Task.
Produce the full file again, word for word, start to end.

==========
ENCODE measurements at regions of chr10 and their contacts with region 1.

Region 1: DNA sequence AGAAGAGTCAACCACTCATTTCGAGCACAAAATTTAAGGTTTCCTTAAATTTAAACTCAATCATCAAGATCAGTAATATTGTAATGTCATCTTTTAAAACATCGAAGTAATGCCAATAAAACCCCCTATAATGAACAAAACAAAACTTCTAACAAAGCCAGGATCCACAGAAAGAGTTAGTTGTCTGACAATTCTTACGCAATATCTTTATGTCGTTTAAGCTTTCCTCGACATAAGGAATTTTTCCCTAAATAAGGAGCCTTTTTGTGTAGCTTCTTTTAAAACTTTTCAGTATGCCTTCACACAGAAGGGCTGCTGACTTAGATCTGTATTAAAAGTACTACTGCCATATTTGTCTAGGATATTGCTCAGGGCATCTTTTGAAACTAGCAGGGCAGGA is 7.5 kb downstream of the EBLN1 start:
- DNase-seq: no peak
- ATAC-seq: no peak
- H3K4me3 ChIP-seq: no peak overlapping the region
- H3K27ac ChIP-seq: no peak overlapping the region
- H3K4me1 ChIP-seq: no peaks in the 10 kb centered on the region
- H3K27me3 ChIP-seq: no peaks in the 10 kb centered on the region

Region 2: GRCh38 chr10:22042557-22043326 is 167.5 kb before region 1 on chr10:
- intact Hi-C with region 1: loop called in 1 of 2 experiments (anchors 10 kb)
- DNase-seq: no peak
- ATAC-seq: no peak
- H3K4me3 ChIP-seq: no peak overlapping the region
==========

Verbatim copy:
ENCODE measurements at regions of chr10 and their contacts with region 1.

Region 1: DNA sequence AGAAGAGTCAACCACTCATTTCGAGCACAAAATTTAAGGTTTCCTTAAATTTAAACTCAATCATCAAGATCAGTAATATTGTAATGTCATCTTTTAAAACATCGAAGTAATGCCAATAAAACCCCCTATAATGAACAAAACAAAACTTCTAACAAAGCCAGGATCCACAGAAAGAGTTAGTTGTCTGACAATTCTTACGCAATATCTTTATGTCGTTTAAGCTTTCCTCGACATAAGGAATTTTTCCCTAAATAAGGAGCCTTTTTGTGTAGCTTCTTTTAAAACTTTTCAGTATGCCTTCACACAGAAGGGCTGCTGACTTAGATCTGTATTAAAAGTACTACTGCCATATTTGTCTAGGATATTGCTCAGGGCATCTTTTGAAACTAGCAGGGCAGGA is 7.5 kb downstream of the EBLN1 start:
- DNase-seq: no peak
- ATAC-seq: no peak
- H3K4me3 ChIP-seq: no peak overlapping the region
- H3K27ac ChIP-seq: no peak overlapping the region
- H3K4me1 ChIP-seq: no peaks in the 10 kb centered on the region
- H3K27me3 ChIP-seq: no peaks in the 10 kb centered on the region

Region 2: GRCh38 chr10:22042557-22043326 is 167.5 kb before region 1 on chr10:
- intact Hi-C with region 1: loop called in 1 of 2 experiments (anchors 10 kb)
- DNase-seq: no peak
- ATAC-seq: no peak
- H3K4me3 ChIP-seq: no peak overlapping the region